2 May 2016

Pity Sex / White Hot Moon (album review)

White Hot Moon, Pity Sex's longest album to date, is a satisfactory album for reasonable people. At points it crackles with Sonic Youth instrumental promise; it encompasses elements of experimental rock, pop punk, even shoegaze. The whole album is underpinned by peppery guitar, which peaks on the third track Bonhomie. You cannot resist tapping your foot.

Britty Drake and Brennan Greaves, the foursomes two vocalists, mix well. They create an equilibrium between grit and sparkling softness. It is reminiscent of Tigers Jaw and was arguably groundbreaking in an originally male dominated scene. It is one of Pity Sex's constants, and does wear thin on both Dandelion and September. With lyrics such as "You are the earth beneath my feet" and "You are my sun and my breeze," it's cliché and verging on tacky.

"Plum" in contrast, strikes white-hot. Entailing the loss of a parent, it is a sterling example of one of Pity Sex's talents: to deal with very adult themes and wrap them up in vocals in this case clear and ghostly, and loud guitar. Much like Sorority Noise who, especially in their most recent album, lyricise serious topics such as mental illness and addiction, they are using the emo revival as a vehicle for discussion of difficulty. However, those bands seem to be maturing and evolving, but White Hot Moon feels very similar to Pity Sex's previous work. It would not disappoint Pity Sex's fans, nor discourage a new listener, but as the genre is moving forward, Pity Sex do not seem to be.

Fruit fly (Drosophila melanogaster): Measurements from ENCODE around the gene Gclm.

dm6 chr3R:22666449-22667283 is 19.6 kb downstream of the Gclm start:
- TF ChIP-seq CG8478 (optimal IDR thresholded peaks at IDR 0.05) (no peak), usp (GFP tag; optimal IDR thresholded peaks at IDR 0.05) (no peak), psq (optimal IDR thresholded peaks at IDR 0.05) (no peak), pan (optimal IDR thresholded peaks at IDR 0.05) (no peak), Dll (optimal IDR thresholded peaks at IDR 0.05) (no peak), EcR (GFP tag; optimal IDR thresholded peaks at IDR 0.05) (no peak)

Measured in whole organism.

Orange and red and White Hot Moon do not deviate from the Pity Sex formula: Traditional lyrics + loud guitar = Pity Sex song. The album, except the ballads which in themselves become repetitive, tries but does not quite get the foursome out of the comfort zone. Despite being more polished with help of producer Will Yip, White Hot Moon is a good record but is unsurprising.


Words: Lily Benn